"The biggest concern amongst these numbers here is the (5 per cent) rise in food prices, making it difficult for Chinese authorities to take any measures to loosen policy further, to boost growth"
Global stock markets were choppy on Friday after China reported improved but still tepid economic data.
Producer prices, or the price of goods as they leave factories, fell in July but at a slower rate than the month before a sign that demand may be strengthening following a prolonged slump. Production prices fell 2.3 percent compared with a year earlier, but the result was better than June’s 2.7 percent drop, the government reported. Food prices rose 5 percent.
Retail sales and industrial production data were mixed. The official Xinhua news agency quoted the National Bureau of Statistics as saying that retail sales grew 13.2 percent in July from a year earlier, slightly down from June’s growth rate. However, industrial production grew 9.7 percent, up from June’s 8.9 percent and the highest year-on-year growth in five months.
“The biggest concern amongst these numbers here is the rise in food prices ... making it difficult for Chinese authorities to take any measures to loosen policy further, to boost growth,” Michael Hewson of CMC Markets said in an email.
European stocks were mixed in early trading. Britain’s FTSE 100 rose 0.2 percent to 6,543.16. Germany’s DAX shed 0.2 percent to 8,305.8 and France’s CAC—40 lost 0.2 percent to 4,056.02.
Wall Street looked headed for early losses. Dow Jones industrial futures were down 0.2 percent to 15,416. S&P 500 futures were 0.2 percent down at 1,689.70.
On Thursday, customs data showed Chinese exports and imports both increased in July, beating expectations and easing concerns over the slowdown that has dragged down growth in the world’s second-biggest economy to a two-decade low.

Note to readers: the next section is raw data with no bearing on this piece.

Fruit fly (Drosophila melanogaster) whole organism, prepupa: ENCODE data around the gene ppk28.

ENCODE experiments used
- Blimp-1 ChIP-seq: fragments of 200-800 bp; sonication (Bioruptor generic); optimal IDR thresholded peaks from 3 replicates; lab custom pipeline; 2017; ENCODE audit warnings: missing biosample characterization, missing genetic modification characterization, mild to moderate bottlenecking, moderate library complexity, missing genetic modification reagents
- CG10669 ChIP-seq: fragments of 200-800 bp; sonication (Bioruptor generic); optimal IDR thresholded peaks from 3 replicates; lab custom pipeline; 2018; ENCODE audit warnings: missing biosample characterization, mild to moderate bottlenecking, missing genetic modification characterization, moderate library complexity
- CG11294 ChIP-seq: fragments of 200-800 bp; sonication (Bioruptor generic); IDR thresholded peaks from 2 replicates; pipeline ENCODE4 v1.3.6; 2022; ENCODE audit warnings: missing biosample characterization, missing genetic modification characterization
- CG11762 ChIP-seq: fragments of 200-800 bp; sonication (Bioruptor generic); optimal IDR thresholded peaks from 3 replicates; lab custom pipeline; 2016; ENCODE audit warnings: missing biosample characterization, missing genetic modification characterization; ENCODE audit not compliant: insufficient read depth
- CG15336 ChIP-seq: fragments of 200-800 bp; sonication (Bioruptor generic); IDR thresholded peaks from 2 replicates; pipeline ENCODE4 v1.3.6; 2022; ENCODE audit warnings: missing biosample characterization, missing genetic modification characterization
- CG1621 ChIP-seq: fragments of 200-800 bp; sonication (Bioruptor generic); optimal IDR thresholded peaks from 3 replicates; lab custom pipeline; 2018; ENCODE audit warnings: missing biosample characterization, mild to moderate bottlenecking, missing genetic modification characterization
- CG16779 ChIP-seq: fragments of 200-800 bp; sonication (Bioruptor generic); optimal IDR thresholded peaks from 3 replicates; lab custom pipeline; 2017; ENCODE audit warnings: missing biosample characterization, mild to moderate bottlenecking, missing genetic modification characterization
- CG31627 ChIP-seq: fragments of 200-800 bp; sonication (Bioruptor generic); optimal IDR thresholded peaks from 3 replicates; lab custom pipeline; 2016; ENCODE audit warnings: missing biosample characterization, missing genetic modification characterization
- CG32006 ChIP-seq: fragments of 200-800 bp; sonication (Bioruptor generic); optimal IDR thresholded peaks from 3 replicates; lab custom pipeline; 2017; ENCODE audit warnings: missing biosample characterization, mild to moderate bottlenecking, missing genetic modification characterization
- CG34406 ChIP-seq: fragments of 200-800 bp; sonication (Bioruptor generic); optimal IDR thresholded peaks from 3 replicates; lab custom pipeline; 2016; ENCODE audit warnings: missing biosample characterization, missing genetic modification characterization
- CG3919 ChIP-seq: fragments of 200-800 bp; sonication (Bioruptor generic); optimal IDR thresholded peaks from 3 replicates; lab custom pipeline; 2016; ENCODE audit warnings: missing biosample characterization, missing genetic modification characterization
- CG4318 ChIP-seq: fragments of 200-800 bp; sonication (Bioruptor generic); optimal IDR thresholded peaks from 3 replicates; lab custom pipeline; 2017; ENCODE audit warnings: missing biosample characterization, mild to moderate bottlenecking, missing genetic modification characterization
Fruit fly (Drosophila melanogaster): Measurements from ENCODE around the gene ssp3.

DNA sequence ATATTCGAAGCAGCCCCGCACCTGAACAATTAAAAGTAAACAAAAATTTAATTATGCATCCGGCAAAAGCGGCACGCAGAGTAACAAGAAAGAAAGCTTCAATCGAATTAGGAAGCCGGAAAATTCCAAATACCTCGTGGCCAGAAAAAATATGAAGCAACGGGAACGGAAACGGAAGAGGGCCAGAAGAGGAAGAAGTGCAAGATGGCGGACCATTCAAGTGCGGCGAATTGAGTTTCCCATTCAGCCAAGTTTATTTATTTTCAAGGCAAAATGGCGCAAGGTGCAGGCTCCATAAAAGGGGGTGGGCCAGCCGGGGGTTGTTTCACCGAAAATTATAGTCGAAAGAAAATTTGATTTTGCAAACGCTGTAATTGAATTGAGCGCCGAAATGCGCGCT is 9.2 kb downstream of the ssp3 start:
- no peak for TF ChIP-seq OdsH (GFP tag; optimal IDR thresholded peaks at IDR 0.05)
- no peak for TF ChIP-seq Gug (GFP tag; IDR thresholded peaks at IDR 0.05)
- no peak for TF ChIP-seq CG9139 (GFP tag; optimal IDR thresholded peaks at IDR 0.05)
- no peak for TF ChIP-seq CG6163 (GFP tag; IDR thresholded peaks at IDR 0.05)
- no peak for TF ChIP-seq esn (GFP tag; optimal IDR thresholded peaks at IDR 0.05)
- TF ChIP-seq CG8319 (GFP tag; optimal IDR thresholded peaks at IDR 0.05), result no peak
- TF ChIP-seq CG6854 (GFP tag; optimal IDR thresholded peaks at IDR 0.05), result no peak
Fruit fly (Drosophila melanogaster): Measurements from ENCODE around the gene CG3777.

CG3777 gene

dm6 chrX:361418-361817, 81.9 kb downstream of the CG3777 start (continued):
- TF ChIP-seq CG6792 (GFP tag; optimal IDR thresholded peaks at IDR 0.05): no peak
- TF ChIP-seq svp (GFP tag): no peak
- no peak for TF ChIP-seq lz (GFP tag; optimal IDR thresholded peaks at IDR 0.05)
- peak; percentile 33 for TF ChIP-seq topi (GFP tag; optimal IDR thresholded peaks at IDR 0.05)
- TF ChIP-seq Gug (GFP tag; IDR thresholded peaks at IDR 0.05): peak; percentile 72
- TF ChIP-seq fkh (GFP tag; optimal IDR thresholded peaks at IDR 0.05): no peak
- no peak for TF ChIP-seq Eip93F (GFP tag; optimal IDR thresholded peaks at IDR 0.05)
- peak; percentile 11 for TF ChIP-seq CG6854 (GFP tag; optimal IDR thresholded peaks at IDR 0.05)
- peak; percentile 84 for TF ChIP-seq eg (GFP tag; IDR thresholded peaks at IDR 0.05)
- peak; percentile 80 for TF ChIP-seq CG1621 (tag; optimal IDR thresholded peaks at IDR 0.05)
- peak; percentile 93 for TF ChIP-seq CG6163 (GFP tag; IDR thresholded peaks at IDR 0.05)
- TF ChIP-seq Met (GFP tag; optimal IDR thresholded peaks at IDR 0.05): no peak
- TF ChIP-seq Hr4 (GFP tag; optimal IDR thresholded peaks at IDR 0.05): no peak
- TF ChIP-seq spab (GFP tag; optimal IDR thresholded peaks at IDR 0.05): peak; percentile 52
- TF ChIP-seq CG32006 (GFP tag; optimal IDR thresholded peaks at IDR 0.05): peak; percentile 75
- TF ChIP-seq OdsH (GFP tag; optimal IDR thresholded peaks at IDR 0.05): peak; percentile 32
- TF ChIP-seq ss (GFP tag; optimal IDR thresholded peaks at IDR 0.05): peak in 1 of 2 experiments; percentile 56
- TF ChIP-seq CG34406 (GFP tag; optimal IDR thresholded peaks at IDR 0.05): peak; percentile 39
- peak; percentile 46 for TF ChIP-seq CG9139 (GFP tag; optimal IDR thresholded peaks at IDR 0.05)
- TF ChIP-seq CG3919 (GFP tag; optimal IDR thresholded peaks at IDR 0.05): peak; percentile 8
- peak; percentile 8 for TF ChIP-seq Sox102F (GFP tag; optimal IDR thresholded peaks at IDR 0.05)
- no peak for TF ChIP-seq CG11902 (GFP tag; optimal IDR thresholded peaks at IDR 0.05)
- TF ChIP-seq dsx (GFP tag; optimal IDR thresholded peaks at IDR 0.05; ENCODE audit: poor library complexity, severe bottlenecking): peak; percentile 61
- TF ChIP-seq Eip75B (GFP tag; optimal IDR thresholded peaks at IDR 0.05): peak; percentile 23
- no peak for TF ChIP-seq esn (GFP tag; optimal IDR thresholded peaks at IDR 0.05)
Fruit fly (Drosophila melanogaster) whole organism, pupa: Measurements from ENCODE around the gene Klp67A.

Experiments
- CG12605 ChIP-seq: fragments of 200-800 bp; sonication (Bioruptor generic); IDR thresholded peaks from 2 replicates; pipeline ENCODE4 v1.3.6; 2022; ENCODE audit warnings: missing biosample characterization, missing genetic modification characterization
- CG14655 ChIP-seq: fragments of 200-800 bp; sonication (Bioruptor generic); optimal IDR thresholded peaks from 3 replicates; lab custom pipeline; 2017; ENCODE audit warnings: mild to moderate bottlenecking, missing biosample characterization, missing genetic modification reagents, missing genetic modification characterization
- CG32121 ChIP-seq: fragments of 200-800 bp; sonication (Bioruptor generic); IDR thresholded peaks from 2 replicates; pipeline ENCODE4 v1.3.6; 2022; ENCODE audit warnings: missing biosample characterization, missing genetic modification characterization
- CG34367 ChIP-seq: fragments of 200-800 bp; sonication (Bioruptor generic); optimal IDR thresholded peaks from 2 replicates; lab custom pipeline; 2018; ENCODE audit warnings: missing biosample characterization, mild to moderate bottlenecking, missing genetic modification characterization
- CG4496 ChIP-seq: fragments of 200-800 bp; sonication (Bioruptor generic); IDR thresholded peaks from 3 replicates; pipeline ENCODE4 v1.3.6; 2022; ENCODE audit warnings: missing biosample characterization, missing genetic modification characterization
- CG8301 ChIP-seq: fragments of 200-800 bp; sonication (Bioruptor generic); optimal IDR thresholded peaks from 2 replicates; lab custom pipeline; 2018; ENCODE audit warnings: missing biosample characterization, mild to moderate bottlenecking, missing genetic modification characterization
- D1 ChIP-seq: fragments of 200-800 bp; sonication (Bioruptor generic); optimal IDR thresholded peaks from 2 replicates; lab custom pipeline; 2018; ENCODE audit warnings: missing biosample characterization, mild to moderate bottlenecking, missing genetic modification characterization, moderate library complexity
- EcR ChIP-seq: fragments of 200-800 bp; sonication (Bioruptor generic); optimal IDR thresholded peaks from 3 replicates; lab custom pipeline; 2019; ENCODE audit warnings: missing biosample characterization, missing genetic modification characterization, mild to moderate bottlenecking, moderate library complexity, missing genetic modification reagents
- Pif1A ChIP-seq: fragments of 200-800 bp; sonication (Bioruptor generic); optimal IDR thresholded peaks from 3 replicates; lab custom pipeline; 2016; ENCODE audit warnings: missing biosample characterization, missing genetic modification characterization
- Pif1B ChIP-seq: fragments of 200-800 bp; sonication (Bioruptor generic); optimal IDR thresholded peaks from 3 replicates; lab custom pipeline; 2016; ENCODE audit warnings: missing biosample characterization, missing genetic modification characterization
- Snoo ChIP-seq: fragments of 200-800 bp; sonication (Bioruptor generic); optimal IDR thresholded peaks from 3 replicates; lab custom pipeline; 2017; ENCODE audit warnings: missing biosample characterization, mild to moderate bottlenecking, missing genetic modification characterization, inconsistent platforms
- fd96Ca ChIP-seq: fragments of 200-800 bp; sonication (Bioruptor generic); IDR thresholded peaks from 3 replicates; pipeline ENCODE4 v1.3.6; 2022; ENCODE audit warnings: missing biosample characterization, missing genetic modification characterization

Japan’s Nikkei 225 index vacillated throughout the day but ended 0.1 percent higher at 13,615.19. South Korea’s Kospi gave up early gains to close 0.2 percent lower at 1,880.71.
China’s Shanghai Composite Index gained 0.4 percent to 2,052.24 and the Shenzhen Composite Index for China’s second, smaller stock market gained 0.2 percent to 996.42.
Geely Automobile Holdings jumped 5.8 percent in Hong Kong while Greatwall Motor advanced 4.7 percent. Linus Yip, strategist at First Shanghai Securities in Hong Kong, said consumer and auto shares were advancing on the back of improving sentiment, due to the perception of a modest improvement on the Chinese mainland.
“The economy in mainland China is coming back gradually so the market focus returns to consumer stocks. I think it’s reasonable,” Mr. Yip said.
Benchmark oil for September delivery was up 40 cents to $103.80 a barrel in electronic trading on the New York Mercantile Exchange. The contract fell 97 cents to close at $103.40 on the Nymex on Thursday.
In currencies, the euro rose to $1.3383 from $1.3377 late Thursday. The dollar fell to 96.64 yen from 96.82 yen.